-continuing opioid usage despite the problems it has caused in their family, such as domestic violence or child neglect

-feeling like they need to use opioids to function normally (also known as opioid cravings)

-finding themselves unable to stop using opioid drugs even though it is causing problems at home, school/work

-A craving need for continuing opioid usage

If you are discovering yourself experiencing any of these, please reach out to your medical professional.

 

3. Long Term Health Consequences

Many never think about the long-term consequences of doing drugs. Especially opioids. There are many pitfalls of being addicted.

Those who become opioid-addicted often do not think that it is possible to be addicted. It can also take time for people to realize they need help, and when they finally understand the severity of their problem with opioid addiction, there are still long-term health consequences to consider.

A couple to consider are:

-Brain damage:  Opioid addiction changes the opioid receptors in a person’s brain, making it difficult for them to experience normal rewards

-Chronic pain: Opioid use that leads to opioid addiction can cause chronic pain symptoms or worsen pre-existing ones. These include nausea and vomiting as well as respiratory problems such as shortness of breath and sleep apnea.

-Sexual Dysfunction: opioid addiction leads to opioid-induced hypogonadism, which causes sexual dysfunction in both men and women.

-Chronic illness: opioid use can cause or worsen existing chronic conditions such as liver disease, heart disease, lung disease, and diabetes.

 

How These Addictions Harm Loved Ones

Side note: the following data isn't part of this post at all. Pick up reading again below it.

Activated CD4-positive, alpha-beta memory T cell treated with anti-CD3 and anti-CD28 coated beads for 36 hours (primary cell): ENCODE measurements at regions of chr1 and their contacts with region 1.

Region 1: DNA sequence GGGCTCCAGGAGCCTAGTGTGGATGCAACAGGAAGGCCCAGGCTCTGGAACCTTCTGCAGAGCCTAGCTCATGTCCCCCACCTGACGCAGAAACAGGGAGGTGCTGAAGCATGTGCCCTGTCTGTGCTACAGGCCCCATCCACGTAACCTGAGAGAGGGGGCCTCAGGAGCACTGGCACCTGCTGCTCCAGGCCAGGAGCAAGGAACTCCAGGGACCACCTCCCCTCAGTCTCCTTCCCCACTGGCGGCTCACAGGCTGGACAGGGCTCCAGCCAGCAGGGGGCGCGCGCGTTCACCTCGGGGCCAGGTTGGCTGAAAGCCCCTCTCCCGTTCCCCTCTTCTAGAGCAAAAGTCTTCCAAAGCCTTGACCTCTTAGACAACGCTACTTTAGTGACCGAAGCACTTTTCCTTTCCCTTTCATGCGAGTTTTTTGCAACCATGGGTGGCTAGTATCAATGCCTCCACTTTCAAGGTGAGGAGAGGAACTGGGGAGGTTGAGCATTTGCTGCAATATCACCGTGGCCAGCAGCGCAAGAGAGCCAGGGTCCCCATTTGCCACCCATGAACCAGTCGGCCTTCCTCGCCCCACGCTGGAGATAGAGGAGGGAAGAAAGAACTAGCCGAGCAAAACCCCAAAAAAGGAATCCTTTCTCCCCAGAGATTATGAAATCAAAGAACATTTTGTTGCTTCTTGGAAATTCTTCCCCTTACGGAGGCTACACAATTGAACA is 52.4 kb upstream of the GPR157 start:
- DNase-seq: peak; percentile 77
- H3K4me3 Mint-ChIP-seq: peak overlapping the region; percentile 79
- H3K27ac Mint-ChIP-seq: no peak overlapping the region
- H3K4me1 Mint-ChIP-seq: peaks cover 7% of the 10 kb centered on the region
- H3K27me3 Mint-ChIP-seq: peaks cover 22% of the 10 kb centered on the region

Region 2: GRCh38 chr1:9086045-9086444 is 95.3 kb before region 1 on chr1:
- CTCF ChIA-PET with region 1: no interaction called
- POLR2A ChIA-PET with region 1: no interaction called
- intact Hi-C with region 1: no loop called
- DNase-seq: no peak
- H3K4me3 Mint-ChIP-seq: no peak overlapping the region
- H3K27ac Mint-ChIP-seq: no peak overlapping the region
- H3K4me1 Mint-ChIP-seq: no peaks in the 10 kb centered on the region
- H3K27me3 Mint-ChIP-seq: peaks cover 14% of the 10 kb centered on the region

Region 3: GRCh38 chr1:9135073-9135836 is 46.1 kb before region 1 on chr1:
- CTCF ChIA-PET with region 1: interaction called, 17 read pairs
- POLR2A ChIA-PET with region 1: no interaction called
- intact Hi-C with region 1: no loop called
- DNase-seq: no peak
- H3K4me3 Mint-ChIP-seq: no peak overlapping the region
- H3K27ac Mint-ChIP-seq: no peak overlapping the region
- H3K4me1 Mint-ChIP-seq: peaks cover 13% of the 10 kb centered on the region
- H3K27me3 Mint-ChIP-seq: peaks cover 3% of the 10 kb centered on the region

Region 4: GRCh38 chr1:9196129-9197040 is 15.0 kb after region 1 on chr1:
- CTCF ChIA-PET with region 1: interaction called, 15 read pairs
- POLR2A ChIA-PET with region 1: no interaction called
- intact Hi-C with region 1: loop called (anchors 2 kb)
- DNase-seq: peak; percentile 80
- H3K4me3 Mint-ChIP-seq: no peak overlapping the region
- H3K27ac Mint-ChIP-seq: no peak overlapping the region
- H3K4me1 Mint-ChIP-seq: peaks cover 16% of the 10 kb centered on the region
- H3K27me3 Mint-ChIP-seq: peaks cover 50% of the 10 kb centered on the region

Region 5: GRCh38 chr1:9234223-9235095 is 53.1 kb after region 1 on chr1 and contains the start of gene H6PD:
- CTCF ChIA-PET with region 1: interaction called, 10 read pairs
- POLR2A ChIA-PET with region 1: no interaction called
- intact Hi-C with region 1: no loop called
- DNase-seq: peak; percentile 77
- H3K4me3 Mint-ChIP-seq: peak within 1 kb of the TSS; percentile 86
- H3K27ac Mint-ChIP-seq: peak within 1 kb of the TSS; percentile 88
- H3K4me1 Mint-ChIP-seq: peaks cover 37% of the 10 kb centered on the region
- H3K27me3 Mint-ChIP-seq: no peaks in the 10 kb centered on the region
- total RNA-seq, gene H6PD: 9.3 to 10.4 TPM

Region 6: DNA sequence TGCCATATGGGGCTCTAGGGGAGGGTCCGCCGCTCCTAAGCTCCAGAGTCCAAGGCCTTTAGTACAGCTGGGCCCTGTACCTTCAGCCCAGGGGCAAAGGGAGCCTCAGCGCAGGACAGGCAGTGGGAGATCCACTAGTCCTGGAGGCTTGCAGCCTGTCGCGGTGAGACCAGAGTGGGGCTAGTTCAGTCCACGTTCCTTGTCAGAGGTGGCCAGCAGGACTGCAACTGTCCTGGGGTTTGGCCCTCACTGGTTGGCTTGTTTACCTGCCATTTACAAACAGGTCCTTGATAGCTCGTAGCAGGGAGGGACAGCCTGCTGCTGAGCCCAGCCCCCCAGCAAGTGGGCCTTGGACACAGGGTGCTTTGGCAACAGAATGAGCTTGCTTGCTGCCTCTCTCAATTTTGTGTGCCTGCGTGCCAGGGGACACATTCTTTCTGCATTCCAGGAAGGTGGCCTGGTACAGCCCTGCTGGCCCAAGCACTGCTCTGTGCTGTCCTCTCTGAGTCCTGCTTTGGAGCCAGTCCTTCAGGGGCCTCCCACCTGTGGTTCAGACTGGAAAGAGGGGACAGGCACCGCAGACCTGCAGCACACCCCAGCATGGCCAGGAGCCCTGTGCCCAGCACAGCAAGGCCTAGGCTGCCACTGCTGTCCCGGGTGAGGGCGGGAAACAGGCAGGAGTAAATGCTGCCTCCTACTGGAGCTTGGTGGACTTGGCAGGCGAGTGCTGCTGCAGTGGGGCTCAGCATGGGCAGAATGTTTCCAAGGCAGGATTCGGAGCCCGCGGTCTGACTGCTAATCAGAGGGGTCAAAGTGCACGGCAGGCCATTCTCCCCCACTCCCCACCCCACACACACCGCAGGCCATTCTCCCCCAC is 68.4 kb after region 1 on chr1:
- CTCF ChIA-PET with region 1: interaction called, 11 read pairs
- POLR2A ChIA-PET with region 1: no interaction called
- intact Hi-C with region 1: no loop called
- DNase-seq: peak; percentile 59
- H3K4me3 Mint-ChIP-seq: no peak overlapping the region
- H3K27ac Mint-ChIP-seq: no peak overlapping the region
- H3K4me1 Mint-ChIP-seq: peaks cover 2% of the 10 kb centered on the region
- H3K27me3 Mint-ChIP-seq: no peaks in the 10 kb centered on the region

When someone sets off on their journey with opioids and they become addicted, intentional or not, it always harms the people they care about the most.  Families are torn apart, relationships come to an end, and children grow up not knowing their parents.

Drug abuse never hurts only the user. There is always collateral damage.

 

Opioid Withdrawal Symptoms

By now you can see that opioid addiction is a serious problem that affects individuals all over the United States. If you think someone might be opioid-addicted, it’s important to know their withdrawal symptoms so you can get them to help immediately.

Some of the main withdrawal symptoms are:

– restlessness

– watery eyes

– yawning constantly

– muscle aches, including backache and stomach cramps

Signs of opioid overdose are also critical to know. A person who is opioid-addicted will usually be lethargic or “zombie like” when they have overdosed on opioids, but if you notice them being restless or fidgety, they are probably experiencing opioid withdrawal.

If you notice them sweating profusely or vomiting while being really hot and sweaty, it is a sign of opioid withdrawal. Although opioid addiction affects people in different ways depending on how long they have been opioid-addicted for, the symptoms tend to be similar across the board

 

Signs of an Opioid Overdose

Signs of opioid overdose are also critical to know. An opioid-addicted person will usually be lethargic or “zombie like” when they have opioid overdose symptoms, but if you notice them suddenly become much more animated, they might be in opioid withdrawal. If someone is unresponsive and not breathing normally or if you can’t wake them up after trying several times or they have pinpoint pupils, this could also indicate an opioid overdose.

If any of these situations come up, immediately call your local medical professional or emergency services (911) depending on the level of emergency.

How We Can Help

Our Clinic here at National Addiction Specialists is specifically suited to help those in need with their opioid addictions and symptoms.